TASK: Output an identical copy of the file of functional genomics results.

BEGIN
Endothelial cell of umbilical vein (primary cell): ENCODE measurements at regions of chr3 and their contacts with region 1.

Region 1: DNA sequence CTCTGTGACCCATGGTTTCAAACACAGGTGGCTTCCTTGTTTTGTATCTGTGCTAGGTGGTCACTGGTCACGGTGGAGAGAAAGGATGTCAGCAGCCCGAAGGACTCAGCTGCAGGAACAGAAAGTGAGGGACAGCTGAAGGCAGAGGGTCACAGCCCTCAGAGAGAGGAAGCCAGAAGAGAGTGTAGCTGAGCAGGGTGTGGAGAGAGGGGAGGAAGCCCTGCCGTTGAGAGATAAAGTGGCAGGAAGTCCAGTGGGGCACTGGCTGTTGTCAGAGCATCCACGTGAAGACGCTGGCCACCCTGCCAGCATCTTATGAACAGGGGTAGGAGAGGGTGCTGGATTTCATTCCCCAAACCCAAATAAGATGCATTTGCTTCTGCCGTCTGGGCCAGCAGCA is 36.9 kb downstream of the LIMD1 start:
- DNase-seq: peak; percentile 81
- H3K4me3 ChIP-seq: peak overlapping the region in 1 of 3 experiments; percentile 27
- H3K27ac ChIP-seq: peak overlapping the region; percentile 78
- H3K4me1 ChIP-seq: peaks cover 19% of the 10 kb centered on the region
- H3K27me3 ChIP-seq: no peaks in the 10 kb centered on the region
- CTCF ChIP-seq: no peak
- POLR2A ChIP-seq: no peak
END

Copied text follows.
Endothelial cell of umbilical vein (primary cell): ENCODE measurements at regions of chr3 and their contacts with region 1.

Region 1: DNA sequence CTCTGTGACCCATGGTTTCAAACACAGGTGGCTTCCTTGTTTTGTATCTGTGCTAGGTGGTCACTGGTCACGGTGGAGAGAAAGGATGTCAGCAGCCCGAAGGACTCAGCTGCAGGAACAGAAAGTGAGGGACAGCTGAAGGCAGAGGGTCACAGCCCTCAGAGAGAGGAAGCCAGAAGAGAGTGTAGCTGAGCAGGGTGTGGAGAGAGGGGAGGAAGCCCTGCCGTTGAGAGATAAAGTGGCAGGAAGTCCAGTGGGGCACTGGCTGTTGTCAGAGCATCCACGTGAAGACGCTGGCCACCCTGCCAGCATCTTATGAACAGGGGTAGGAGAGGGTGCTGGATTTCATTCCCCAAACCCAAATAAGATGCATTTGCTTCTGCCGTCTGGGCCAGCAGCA is 36.9 kb downstream of the LIMD1 start:
- DNase-seq: peak; percentile 81
- H3K4me3 ChIP-seq: peak overlapping the region in 1 of 3 experiments; percentile 27
- H3K27ac ChIP-seq: peak overlapping the region; percentile 78
- H3K4me1 ChIP-seq: peaks cover 19% of the 10 kb centered on the region
- H3K27me3 ChIP-seq: no peaks in the 10 kb centered on the region
- CTCF ChIP-seq: no peak
- POLR2A ChIP-seq: no peak